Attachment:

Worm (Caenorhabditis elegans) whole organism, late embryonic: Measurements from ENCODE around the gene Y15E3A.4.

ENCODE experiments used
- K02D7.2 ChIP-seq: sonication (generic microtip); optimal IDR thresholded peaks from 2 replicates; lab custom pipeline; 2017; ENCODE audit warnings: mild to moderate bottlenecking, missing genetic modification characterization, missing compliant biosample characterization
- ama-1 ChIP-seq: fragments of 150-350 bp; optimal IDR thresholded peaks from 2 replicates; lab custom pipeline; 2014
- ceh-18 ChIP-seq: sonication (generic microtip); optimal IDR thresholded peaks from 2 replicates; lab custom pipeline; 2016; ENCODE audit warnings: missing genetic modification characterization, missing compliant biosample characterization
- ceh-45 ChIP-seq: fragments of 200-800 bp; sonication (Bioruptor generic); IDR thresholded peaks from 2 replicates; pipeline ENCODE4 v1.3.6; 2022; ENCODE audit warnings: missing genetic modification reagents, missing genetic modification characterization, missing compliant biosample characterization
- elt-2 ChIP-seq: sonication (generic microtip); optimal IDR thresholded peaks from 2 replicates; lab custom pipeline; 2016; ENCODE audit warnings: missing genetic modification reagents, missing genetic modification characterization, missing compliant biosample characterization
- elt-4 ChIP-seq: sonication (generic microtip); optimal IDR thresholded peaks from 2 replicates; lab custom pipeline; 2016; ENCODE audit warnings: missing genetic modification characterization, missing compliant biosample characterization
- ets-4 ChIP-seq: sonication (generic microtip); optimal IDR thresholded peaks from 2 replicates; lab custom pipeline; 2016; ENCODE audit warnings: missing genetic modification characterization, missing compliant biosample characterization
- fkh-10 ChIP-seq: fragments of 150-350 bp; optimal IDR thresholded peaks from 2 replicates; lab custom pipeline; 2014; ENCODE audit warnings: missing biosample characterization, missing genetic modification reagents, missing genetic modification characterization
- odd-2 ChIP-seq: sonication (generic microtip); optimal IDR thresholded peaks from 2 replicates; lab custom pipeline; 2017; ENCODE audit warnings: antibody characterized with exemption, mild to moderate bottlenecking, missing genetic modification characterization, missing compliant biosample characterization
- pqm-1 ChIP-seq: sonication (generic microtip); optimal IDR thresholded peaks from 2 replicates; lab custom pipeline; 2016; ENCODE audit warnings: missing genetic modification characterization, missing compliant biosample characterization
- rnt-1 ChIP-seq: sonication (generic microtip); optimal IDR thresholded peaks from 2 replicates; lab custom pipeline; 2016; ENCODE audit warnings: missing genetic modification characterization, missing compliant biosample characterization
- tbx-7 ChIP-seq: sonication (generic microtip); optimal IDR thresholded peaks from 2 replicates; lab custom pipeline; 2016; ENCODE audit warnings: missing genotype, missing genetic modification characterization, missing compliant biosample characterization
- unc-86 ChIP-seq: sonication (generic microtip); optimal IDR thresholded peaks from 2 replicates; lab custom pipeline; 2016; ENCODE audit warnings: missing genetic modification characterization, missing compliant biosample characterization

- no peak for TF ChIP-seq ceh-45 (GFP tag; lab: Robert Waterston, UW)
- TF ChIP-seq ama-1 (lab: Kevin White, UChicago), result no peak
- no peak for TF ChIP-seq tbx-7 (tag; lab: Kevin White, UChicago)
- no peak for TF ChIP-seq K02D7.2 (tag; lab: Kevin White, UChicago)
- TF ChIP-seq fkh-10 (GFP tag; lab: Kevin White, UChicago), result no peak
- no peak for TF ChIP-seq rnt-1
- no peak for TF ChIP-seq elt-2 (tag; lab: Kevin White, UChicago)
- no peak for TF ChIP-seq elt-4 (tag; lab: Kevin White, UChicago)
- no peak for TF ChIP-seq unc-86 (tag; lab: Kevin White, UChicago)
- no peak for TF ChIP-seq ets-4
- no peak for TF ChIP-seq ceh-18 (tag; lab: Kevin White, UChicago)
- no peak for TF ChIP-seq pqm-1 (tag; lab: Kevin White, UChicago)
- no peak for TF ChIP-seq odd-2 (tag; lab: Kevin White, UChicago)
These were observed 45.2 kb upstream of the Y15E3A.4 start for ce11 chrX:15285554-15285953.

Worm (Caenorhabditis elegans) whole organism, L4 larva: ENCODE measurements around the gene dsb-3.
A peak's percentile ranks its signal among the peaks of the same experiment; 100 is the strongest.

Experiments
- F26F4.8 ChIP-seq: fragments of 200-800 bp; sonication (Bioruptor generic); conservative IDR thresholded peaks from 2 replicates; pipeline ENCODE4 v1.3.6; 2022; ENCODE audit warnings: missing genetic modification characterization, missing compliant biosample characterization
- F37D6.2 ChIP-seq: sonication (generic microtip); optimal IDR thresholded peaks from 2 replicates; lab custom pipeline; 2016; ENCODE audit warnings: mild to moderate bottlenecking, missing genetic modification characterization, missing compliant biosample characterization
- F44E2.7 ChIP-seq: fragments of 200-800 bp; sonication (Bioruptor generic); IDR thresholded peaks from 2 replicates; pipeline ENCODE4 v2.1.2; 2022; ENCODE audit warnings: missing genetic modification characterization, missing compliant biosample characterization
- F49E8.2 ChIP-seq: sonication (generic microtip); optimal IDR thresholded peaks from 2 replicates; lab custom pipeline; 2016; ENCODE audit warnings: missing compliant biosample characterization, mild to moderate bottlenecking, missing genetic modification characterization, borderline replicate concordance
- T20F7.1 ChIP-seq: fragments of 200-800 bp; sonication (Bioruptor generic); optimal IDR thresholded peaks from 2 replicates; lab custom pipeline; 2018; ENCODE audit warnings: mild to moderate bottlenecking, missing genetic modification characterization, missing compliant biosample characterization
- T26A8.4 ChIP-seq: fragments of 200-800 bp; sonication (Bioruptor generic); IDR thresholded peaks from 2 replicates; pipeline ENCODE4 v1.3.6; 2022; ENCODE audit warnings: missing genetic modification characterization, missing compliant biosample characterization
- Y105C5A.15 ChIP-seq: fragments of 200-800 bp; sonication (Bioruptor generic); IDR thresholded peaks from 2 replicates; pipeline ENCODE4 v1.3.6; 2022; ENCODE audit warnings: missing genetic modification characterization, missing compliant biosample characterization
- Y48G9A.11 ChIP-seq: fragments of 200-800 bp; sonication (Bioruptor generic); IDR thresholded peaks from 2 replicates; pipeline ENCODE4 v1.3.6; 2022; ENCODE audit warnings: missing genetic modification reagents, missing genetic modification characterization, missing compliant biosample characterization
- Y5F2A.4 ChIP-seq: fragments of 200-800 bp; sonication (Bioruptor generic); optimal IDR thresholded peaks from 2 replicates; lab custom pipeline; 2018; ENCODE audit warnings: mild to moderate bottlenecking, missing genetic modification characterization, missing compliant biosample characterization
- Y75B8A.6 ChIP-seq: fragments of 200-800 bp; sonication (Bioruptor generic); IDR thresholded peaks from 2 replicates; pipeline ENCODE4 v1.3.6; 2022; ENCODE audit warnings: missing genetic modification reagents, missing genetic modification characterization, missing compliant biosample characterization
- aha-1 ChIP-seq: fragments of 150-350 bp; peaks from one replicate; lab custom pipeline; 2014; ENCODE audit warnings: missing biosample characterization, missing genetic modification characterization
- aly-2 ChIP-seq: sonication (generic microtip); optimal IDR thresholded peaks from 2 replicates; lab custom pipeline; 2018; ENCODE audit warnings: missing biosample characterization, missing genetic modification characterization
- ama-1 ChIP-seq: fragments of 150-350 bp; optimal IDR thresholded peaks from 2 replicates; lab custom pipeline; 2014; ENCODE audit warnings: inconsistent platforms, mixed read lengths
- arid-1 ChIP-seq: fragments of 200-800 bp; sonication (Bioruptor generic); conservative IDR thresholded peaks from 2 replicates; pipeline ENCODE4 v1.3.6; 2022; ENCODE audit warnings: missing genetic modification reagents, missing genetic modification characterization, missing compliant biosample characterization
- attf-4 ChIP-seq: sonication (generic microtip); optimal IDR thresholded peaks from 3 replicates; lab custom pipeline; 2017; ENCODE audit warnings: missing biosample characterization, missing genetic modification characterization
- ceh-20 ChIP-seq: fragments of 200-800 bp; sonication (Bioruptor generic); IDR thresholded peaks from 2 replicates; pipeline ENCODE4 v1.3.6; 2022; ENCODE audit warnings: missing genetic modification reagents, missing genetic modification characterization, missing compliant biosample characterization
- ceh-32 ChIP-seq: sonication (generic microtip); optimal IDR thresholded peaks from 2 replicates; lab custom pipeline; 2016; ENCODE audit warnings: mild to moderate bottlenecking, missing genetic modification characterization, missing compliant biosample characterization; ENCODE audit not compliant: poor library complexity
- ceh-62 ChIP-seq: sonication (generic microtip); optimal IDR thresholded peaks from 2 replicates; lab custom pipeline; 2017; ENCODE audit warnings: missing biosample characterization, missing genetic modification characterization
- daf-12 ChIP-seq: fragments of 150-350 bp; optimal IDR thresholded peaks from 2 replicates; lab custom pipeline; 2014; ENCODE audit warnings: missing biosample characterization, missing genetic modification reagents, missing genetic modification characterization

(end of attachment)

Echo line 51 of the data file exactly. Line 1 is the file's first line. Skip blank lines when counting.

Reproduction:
- daf-12 ChIP-seq: fragments of 150-350 bp; optimal IDR thresholded peaks from 2 replicates; lab custom pipeline; 2014; ENCODE audit warnings: missing biosample characterization, missing genetic modification reagents, missing genetic modification characterization